by Ena Ray Banerjee, Michael A. Laflamme, Thalia Papayannopoulou, Michael Kahn, Charles E. Murry, William R. Henderson
Our aim was to differentiate human (h) embryonic stem (ES) cells into lung epithelial lineage-specific cells [i.e., alveolar epithelial type I (AEI) and type II (AEII) cells and Clara cells] as the first step in the development of cell-based strategies to repair lung injury in the bleomycin mouse model of idiopathic pulmonary fibrosis (IPF). A heterogeneous population of non-ciliated lung lineage-specific cells was derived by a novel method of embryoid body (EB) differentiation. This differentiated human cell population was used to modulate the profibrotic phenotype in transplanted animals. Methodology and Principal Findings
Omission or inclusion of one or more components in the differentiation medium skewed differentiation of H7 hES cells into varying proportions of AEI, AEII, and Clara cells. ICG-001, a small molecule inhibitor of Wnt/ß-catenin/Creb-binding protein (CBP) transcription, changed marker expression of the differentiated ES cells from an AEII-like phenotype to a predominantly AEI-like phenotype. The differentiated cells were used in xenograft transplantation studies in bleomycin-treated Rag2?C-/- mice. Human cells were detected in lungs of the transplanted groups receiving differentiated ES cells treated with or without ICG-001. The increased lung collagen content found in bleomycin-treated mice receiving saline was significantly reduced by transplantation with the lung-lineage specific epithelial cells differentiated from ES cells. A significant increase in progenitor number was observed in the airways of bleomycin-treated mice after transplantation of differentiated hES cells. Conclusions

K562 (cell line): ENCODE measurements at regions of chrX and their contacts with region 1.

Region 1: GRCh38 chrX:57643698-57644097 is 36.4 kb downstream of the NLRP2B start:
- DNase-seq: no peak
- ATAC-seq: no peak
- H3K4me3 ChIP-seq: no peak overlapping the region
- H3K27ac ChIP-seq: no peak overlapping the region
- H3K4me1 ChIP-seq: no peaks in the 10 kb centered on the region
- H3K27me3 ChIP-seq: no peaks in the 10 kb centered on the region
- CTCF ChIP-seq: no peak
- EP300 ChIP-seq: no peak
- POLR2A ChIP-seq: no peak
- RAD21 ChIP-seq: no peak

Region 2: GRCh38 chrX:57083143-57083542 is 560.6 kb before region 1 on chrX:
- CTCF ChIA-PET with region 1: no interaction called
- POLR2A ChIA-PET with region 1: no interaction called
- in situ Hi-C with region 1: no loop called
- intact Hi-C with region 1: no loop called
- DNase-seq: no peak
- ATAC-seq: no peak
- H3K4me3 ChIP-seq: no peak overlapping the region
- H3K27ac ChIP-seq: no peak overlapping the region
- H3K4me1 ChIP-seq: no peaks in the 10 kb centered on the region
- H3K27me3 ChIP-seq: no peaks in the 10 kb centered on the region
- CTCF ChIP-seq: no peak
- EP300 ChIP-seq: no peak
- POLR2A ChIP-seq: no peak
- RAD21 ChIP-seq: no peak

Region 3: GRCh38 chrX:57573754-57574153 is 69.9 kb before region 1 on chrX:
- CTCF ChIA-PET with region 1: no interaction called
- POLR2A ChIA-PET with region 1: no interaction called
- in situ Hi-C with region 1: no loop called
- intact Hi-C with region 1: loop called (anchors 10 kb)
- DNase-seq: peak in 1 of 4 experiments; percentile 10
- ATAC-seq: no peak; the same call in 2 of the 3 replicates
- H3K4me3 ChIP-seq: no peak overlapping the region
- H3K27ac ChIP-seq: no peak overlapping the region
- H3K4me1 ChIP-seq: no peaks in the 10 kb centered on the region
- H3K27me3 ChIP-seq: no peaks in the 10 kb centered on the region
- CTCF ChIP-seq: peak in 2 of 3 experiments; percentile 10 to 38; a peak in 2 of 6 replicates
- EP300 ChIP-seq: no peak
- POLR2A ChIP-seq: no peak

This study indicates that ES cell-based therapy may be a powerful novel approach to ameliorate lung fibrosis.